“An investment in knowledge pays the best interest” – Benjamin Franklin.

The statistics on financial literacy are eye opening, particularly for low-income students. Many well-heeled families, though, don’t teach financial literacy because discussing money is often viewed as uncomfortable or taboo.

As an Ambassador for the Financial Awareness Foundation, the importance of teaching financial literacy is paramount, not only for the multigenerational families my firm serves, but also for the public. As such, I decided to ask my son three questions. Enjoy.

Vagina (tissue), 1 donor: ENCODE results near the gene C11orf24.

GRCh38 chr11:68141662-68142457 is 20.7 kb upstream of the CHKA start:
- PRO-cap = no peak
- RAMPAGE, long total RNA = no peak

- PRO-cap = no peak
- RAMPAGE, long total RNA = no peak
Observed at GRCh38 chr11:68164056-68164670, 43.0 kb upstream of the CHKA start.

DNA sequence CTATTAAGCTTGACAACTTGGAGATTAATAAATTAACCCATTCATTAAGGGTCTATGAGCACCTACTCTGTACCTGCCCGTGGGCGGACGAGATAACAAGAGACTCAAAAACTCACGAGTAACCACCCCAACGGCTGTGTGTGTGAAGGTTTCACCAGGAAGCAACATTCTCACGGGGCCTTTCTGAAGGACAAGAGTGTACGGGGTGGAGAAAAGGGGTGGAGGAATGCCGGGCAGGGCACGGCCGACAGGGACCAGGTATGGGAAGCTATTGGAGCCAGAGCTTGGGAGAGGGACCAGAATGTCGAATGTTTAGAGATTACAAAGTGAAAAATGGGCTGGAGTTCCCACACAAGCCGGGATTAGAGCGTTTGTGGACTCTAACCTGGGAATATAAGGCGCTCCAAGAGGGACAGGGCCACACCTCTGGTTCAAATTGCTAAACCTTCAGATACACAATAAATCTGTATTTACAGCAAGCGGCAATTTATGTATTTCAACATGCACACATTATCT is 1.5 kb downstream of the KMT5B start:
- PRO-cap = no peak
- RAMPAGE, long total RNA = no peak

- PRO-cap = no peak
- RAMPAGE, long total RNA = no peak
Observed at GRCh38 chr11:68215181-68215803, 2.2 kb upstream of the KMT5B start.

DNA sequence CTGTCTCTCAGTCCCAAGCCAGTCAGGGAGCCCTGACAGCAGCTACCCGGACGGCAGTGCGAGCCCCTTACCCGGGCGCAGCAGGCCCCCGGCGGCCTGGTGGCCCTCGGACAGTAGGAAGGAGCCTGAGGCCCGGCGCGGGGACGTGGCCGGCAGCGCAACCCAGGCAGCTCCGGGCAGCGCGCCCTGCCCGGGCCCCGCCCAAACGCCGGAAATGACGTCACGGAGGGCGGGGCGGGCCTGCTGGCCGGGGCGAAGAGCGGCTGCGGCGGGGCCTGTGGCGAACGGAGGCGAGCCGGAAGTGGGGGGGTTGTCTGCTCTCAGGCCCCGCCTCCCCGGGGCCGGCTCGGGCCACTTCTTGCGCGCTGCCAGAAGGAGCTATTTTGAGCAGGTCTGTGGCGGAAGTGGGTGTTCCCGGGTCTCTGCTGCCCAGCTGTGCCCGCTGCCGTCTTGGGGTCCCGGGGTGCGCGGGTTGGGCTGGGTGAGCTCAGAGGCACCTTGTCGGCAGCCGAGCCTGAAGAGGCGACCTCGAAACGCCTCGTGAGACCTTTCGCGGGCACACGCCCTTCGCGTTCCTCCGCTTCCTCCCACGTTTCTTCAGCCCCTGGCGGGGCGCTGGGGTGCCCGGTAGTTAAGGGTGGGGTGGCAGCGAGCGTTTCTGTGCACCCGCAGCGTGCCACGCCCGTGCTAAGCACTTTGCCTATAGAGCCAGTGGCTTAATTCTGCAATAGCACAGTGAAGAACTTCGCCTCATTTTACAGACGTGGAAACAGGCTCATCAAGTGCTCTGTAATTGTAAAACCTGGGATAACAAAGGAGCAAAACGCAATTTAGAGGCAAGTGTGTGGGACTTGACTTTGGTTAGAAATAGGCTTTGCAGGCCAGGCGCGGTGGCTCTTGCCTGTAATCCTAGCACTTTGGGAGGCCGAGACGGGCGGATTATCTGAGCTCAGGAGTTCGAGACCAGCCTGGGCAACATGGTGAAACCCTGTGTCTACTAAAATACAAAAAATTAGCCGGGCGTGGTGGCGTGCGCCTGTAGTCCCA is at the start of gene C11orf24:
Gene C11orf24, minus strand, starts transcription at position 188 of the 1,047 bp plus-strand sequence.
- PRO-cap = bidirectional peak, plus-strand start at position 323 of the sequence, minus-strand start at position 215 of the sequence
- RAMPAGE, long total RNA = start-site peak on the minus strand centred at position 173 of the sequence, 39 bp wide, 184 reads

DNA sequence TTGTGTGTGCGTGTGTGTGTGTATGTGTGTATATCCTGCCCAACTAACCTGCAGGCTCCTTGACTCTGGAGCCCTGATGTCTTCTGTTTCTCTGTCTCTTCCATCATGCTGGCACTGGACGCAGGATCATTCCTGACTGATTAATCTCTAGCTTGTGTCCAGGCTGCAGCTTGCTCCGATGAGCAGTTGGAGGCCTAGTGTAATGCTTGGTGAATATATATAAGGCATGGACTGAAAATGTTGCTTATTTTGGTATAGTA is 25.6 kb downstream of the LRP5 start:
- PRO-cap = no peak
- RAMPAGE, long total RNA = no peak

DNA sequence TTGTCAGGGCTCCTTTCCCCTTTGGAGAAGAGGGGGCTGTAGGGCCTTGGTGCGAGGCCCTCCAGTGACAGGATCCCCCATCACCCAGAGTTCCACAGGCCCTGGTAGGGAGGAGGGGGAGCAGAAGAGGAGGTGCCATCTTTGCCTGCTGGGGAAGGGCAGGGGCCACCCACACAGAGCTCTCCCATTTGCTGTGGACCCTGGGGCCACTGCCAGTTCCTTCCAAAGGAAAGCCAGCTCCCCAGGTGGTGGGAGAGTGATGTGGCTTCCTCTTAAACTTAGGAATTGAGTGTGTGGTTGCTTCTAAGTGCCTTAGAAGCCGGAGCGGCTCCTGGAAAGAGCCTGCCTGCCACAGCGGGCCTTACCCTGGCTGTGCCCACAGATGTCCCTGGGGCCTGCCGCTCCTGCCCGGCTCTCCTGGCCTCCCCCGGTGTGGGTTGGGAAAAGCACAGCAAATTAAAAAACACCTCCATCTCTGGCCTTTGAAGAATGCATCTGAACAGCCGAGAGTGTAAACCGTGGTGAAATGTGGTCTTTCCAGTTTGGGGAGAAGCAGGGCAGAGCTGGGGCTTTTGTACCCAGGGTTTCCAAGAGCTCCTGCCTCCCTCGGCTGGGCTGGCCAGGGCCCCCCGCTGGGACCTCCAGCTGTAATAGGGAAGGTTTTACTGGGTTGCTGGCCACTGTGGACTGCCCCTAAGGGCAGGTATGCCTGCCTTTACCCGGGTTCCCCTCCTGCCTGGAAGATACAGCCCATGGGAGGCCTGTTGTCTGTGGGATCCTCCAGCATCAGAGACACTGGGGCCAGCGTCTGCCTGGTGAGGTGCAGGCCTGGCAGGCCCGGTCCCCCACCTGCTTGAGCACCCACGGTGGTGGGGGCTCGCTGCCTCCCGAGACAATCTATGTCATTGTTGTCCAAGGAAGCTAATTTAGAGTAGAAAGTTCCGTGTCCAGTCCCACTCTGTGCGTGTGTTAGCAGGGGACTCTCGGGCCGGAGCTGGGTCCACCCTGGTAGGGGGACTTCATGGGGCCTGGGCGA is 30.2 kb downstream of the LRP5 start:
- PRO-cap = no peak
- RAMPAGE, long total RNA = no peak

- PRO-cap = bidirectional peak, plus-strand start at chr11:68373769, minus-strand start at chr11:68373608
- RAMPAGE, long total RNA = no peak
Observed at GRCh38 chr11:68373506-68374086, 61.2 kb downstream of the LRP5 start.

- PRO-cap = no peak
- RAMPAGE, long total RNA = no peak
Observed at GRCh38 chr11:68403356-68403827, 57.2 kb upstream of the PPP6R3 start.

Teaching kids about financial literacy early in life gives them a head start on subjects that often aren’t taught in school: how to balance a check book, the difference between stocks and bonds, and compound interest, to name a few.

If you’d like to receive financial literacy resources to share with your family members, friends, and others who you think would benefit from them, please use the following link:

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We’ll happily provide you with the tools that we’ve found resourceful in teaching financial literacy.